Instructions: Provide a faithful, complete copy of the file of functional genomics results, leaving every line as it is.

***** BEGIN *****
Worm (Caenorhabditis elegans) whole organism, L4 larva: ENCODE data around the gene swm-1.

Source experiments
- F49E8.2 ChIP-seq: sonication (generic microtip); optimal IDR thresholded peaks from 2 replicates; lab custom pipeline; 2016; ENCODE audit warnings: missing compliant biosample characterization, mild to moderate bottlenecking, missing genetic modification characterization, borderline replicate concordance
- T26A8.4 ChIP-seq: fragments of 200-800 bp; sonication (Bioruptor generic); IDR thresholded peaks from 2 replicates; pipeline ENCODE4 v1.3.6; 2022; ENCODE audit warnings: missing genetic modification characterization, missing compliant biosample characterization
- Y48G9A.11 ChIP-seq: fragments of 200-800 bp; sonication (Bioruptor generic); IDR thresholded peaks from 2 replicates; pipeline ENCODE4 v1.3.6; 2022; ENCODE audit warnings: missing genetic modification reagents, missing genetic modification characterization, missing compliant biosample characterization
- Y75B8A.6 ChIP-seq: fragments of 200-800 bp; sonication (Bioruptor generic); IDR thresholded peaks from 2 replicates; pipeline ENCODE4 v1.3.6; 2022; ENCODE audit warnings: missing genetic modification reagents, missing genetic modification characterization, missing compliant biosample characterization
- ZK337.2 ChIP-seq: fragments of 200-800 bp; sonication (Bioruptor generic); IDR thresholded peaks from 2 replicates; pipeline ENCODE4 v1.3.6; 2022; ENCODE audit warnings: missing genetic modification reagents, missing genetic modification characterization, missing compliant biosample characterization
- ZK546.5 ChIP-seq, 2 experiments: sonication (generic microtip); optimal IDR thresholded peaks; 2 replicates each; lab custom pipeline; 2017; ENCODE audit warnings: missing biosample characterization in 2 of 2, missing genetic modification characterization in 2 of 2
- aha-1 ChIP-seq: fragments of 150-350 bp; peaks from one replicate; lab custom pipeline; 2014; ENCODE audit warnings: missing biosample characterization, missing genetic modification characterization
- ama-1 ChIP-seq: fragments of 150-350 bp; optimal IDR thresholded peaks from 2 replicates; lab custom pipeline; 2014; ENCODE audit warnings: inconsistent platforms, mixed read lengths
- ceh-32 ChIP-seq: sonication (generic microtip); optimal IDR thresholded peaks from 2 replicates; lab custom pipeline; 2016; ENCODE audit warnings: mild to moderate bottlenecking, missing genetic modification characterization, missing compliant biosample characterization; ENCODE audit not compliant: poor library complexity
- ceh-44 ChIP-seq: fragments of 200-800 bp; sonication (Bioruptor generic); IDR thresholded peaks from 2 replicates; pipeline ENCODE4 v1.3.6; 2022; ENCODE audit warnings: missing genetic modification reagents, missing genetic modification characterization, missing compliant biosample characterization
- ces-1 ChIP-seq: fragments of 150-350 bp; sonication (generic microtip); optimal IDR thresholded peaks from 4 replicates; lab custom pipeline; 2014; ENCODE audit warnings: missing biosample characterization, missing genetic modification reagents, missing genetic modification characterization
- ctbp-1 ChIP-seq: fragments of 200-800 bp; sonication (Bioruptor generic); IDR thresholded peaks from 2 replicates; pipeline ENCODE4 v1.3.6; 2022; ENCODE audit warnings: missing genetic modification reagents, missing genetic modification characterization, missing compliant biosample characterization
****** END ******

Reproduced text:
Worm (Caenorhabditis elegans) whole organism, L4 larva: ENCODE data around the gene swm-1.

Source experiments
- F49E8.2 ChIP-seq: sonication (generic microtip); optimal IDR thresholded peaks from 2 replicates; lab custom pipeline; 2016; ENCODE audit warnings: missing compliant biosample characterization, mild to moderate bottlenecking, missing genetic modification characterization, borderline replicate concordance
- T26A8.4 ChIP-seq: fragments of 200-800 bp; sonication (Bioruptor generic); IDR thresholded peaks from 2 replicates; pipeline ENCODE4 v1.3.6; 2022; ENCODE audit warnings: missing genetic modification characterization, missing compliant biosample characterization
- Y48G9A.11 ChIP-seq: fragments of 200-800 bp; sonication (Bioruptor generic); IDR thresholded peaks from 2 replicates; pipeline ENCODE4 v1.3.6; 2022; ENCODE audit warnings: missing genetic modification reagents, missing genetic modification characterization, missing compliant biosample characterization
- Y75B8A.6 ChIP-seq: fragments of 200-800 bp; sonication (Bioruptor generic); IDR thresholded peaks from 2 replicates; pipeline ENCODE4 v1.3.6; 2022; ENCODE audit warnings: missing genetic modification reagents, missing genetic modification characterization, missing compliant biosample characterization
- ZK337.2 ChIP-seq: fragments of 200-800 bp; sonication (Bioruptor generic); IDR thresholded peaks from 2 replicates; pipeline ENCODE4 v1.3.6; 2022; ENCODE audit warnings: missing genetic modification reagents, missing genetic modification characterization, missing compliant biosample characterization
- ZK546.5 ChIP-seq, 2 experiments: sonication (generic microtip); optimal IDR thresholded peaks; 2 replicates each; lab custom pipeline; 2017; ENCODE audit warnings: missing biosample characterization in 2 of 2, missing genetic modification characterization in 2 of 2
- aha-1 ChIP-seq: fragments of 150-350 bp; peaks from one replicate; lab custom pipeline; 2014; ENCODE audit warnings: missing biosample characterization, missing genetic modification characterization
- ama-1 ChIP-seq: fragments of 150-350 bp; optimal IDR thresholded peaks from 2 replicates; lab custom pipeline; 2014; ENCODE audit warnings: inconsistent platforms, mixed read lengths
- ceh-32 ChIP-seq: sonication (generic microtip); optimal IDR thresholded peaks from 2 replicates; lab custom pipeline; 2016; ENCODE audit warnings: mild to moderate bottlenecking, missing genetic modification characterization, missing compliant biosample characterization; ENCODE audit not compliant: poor library complexity
- ceh-44 ChIP-seq: fragments of 200-800 bp; sonication (Bioruptor generic); IDR thresholded peaks from 2 replicates; pipeline ENCODE4 v1.3.6; 2022; ENCODE audit warnings: missing genetic modification reagents, missing genetic modification characterization, missing compliant biosample characterization
- ces-1 ChIP-seq: fragments of 150-350 bp; sonication (generic microtip); optimal IDR thresholded peaks from 4 replicates; lab custom pipeline; 2014; ENCODE audit warnings: missing biosample characterization, missing genetic modification reagents, missing genetic modification characterization
- ctbp-1 ChIP-seq: fragments of 200-800 bp; sonication (Bioruptor generic); IDR thresholded peaks from 2 replicates; pipeline ENCODE4 v1.3.6; 2022; ENCODE audit warnings: missing genetic modification reagents, missing genetic modification characterization, missing compliant biosample characterization